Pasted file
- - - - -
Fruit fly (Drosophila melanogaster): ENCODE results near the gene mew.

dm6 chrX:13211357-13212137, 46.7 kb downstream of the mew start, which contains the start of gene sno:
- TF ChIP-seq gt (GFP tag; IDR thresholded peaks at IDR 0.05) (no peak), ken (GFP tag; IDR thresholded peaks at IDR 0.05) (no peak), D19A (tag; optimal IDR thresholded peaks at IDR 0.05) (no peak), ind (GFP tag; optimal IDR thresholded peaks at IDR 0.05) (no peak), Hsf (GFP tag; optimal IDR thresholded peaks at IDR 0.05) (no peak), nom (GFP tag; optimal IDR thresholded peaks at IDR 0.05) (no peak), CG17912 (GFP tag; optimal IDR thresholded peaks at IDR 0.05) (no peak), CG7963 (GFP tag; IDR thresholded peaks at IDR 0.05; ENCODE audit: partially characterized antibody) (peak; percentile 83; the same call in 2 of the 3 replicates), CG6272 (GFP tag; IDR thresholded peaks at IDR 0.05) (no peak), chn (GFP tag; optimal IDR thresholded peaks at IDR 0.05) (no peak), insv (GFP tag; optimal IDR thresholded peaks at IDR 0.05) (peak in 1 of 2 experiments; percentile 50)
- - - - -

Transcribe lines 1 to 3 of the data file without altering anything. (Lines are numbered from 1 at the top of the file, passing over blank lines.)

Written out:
Fruit fly (Drosophila melanogaster): ENCODE results near the gene mew.

dm6 chrX:13211357-13212137, 46.7 kb downstream of the mew start, which contains the start of gene sno:
- TF ChIP-seq gt (GFP tag; IDR thresholded peaks at IDR 0.05) (no peak), ken (GFP tag; IDR thresholded peaks at IDR 0.05) (no peak), D19A (tag; optimal IDR thresholded peaks at IDR 0.05) (no peak), ind (GFP tag; optimal IDR thresholded peaks at IDR 0.05) (no peak), Hsf (GFP tag; optimal IDR thresholded peaks at IDR 0.05) (no peak), nom (GFP tag; optimal IDR thresholded peaks at IDR 0.05) (no peak), CG17912 (GFP tag; optimal IDR thresholded peaks at IDR 0.05) (no peak), CG7963 (GFP tag; IDR thresholded peaks at IDR 0.05; ENCODE audit: partially characterized antibody) (peak; percentile 83; the same call in 2 of the 3 replicates), CG6272 (GFP tag; IDR thresholded peaks at IDR 0.05) (no peak), chn (GFP tag; optimal IDR thresholded peaks at IDR 0.05) (no peak), insv (GFP tag; optimal IDR thresholded peaks at IDR 0.05) (peak in 1 of 2 experiments; percentile 50)